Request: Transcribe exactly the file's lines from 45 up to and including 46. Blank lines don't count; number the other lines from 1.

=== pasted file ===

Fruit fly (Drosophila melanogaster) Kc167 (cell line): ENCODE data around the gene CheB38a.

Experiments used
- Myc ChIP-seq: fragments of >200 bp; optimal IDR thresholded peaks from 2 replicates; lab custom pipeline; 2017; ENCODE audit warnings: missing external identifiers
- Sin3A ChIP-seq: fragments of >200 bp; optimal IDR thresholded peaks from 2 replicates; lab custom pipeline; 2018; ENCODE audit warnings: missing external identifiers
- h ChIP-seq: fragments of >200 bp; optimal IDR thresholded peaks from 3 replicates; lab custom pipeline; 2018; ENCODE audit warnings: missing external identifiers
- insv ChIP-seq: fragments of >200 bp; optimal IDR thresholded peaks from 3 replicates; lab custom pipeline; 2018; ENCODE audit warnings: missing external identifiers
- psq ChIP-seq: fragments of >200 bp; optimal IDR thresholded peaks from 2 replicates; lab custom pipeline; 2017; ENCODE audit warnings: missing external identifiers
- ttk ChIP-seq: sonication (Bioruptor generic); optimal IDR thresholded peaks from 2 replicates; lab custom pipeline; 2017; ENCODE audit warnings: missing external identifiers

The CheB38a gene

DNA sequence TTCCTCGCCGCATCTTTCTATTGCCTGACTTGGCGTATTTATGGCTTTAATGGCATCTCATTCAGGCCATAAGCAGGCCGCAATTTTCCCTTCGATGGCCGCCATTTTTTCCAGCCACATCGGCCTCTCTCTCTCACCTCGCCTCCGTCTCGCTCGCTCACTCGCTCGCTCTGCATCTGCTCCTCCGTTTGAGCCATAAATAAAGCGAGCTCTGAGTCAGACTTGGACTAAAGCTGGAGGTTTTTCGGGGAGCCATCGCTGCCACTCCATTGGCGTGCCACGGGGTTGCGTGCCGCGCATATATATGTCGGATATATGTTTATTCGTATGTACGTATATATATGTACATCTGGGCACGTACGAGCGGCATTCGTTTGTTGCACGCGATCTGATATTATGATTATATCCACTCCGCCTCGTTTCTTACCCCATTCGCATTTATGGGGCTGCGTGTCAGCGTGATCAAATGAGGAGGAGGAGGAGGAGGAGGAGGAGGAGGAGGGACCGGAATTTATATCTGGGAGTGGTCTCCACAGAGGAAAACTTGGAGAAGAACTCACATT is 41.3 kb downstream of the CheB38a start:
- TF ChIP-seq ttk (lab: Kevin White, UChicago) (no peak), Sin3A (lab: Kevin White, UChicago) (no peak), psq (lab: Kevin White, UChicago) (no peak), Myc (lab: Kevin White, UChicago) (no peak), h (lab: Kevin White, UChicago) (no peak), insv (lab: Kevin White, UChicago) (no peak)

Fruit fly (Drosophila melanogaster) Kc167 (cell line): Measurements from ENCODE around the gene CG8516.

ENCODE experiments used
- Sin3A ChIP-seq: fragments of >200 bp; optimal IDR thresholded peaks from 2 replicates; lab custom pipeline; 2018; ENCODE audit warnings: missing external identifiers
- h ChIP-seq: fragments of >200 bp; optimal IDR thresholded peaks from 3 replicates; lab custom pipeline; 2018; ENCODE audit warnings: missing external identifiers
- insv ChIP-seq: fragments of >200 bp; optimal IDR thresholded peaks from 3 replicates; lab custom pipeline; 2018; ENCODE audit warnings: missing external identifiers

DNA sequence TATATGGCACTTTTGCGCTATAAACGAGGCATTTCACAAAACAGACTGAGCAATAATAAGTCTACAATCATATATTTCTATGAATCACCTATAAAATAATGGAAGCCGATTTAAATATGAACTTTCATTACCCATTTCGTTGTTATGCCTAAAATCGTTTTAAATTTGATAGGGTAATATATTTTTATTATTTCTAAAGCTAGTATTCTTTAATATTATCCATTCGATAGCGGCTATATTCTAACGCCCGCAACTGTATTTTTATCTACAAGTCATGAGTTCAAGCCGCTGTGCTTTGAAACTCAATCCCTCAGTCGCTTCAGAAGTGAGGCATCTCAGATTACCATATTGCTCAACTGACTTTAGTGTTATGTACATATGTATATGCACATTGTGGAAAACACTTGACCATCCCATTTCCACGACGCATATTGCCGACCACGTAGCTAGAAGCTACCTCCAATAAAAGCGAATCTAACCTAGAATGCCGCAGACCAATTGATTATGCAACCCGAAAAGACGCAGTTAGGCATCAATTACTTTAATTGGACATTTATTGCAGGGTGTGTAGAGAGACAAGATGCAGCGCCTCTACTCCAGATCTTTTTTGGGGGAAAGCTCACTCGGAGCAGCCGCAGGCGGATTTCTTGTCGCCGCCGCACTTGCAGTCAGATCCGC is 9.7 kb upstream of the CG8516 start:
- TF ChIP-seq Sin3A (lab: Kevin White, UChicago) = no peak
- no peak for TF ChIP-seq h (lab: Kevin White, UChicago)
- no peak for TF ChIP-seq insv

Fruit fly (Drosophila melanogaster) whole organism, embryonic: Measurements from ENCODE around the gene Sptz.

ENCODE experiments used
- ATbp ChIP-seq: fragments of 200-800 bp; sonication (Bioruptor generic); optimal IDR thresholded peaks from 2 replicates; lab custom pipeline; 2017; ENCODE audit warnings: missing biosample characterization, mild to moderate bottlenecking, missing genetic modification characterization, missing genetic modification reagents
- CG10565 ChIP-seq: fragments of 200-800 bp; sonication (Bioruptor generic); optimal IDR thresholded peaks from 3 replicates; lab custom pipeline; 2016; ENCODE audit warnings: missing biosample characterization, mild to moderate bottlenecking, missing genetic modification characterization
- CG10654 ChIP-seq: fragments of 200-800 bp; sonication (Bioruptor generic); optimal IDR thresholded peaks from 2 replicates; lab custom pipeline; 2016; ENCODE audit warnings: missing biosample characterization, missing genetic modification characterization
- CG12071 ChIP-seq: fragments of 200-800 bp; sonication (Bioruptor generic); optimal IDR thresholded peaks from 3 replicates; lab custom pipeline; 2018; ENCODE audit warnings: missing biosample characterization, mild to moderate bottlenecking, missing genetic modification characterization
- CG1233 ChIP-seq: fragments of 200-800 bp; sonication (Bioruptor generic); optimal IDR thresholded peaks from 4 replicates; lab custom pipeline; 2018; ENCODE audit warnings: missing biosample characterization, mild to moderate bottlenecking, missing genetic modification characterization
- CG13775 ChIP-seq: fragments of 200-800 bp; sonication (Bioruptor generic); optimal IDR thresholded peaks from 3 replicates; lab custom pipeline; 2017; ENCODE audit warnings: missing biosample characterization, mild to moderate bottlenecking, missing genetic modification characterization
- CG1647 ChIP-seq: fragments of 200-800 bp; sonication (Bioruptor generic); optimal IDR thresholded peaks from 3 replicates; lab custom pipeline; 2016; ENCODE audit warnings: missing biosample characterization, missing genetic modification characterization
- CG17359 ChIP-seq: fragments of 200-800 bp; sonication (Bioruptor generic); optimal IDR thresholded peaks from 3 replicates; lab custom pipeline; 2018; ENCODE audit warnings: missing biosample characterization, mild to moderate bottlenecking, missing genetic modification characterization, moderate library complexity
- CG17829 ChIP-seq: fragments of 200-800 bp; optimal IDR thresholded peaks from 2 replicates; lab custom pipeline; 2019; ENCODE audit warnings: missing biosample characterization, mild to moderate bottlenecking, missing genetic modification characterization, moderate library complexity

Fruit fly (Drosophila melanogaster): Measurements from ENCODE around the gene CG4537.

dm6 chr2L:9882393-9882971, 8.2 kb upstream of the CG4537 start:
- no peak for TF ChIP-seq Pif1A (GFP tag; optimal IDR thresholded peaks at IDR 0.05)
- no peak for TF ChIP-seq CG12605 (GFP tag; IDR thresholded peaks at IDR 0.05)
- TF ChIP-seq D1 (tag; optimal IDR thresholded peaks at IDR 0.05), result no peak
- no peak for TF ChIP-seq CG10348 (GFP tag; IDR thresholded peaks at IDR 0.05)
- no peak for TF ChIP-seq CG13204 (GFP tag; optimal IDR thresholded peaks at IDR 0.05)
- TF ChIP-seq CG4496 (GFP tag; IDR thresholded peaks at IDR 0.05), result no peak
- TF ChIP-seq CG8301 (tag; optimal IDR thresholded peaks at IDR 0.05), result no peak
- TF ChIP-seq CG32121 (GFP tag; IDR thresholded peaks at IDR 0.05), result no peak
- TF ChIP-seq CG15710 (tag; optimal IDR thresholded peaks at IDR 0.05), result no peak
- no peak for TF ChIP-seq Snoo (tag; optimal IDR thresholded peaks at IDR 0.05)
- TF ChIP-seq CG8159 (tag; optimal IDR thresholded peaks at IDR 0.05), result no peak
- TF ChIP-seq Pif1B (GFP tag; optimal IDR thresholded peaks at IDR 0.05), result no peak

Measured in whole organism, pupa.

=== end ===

- TF ChIP-seq Pif1B (GFP tag; optimal IDR thresholded peaks at IDR 0.05), result no peak

Measured in whole organism, pupa.